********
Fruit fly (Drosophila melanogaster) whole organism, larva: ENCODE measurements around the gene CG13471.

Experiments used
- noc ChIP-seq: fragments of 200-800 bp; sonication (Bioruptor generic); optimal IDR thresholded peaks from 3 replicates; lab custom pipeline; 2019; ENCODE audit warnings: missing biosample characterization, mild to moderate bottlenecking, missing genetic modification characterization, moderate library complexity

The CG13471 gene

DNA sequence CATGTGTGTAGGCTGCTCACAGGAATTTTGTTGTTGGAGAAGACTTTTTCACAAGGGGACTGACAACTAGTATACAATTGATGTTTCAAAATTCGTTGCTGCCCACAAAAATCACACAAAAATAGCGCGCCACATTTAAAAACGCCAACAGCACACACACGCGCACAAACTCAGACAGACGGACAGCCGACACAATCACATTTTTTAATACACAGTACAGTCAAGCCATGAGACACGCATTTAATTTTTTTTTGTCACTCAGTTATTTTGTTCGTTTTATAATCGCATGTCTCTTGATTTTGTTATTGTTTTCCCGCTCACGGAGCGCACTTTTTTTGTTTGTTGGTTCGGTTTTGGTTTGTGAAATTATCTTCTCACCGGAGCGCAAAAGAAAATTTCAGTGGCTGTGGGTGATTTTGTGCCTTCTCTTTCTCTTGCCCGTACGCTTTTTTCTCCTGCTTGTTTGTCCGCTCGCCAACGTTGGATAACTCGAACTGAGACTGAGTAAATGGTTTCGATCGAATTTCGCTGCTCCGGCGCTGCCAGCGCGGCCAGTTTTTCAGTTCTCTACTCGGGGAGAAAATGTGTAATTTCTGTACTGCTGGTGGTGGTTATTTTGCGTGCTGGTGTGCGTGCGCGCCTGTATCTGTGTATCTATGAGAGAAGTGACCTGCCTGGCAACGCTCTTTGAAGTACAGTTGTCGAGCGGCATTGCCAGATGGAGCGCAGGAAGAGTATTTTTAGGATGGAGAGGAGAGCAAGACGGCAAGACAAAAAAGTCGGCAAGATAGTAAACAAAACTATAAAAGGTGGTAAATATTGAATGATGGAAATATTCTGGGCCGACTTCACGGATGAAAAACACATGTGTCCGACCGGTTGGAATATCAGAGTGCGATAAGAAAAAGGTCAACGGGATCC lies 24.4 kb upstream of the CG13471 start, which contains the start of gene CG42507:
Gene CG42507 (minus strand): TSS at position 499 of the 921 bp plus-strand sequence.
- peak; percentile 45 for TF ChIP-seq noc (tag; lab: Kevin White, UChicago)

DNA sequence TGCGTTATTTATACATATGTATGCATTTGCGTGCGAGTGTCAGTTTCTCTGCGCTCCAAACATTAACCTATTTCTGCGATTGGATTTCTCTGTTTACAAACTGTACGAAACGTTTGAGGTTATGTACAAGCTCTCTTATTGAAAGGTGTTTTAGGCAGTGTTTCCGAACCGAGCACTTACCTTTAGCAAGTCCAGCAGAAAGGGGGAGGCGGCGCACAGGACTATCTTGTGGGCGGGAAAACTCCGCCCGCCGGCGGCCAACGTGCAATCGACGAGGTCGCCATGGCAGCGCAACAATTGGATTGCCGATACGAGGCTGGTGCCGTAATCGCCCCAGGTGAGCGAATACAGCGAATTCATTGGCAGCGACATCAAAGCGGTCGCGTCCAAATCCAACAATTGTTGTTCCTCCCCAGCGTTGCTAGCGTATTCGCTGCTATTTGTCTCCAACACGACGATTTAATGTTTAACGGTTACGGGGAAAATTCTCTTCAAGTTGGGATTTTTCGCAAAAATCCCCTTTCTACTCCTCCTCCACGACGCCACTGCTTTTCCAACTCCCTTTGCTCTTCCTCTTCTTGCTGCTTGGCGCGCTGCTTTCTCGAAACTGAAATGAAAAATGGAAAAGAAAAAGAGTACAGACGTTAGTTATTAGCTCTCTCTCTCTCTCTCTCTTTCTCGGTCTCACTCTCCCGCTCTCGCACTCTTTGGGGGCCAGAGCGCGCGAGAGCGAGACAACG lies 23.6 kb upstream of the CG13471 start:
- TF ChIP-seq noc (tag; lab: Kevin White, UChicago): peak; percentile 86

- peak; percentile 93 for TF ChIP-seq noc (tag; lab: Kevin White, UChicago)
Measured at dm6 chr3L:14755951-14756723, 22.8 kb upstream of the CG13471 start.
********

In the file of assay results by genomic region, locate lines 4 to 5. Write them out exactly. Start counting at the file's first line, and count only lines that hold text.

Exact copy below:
The CG13471 gene

DNA sequence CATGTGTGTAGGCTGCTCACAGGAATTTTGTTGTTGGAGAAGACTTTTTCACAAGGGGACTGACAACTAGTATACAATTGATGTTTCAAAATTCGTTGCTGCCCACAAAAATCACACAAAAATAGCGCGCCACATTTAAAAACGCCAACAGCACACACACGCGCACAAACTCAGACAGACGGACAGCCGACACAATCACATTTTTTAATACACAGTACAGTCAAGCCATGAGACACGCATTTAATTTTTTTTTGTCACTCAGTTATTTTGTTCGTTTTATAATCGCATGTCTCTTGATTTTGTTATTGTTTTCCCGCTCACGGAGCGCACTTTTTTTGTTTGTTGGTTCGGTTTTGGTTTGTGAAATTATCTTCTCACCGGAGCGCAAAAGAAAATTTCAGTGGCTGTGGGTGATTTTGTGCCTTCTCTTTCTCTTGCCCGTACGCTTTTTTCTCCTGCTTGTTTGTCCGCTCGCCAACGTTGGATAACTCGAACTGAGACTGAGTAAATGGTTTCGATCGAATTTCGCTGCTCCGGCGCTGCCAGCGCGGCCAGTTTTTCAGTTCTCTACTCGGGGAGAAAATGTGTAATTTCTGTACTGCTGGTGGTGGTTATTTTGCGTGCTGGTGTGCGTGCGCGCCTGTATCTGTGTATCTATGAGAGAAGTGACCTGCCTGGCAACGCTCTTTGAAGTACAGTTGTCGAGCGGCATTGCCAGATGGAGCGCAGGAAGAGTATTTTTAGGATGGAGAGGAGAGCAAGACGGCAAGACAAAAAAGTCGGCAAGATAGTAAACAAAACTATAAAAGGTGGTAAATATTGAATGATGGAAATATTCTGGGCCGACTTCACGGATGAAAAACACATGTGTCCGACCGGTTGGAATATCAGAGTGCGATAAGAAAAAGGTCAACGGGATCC lies 24.4 kb upstream of the CG13471 start, which contains the start of gene CG42507: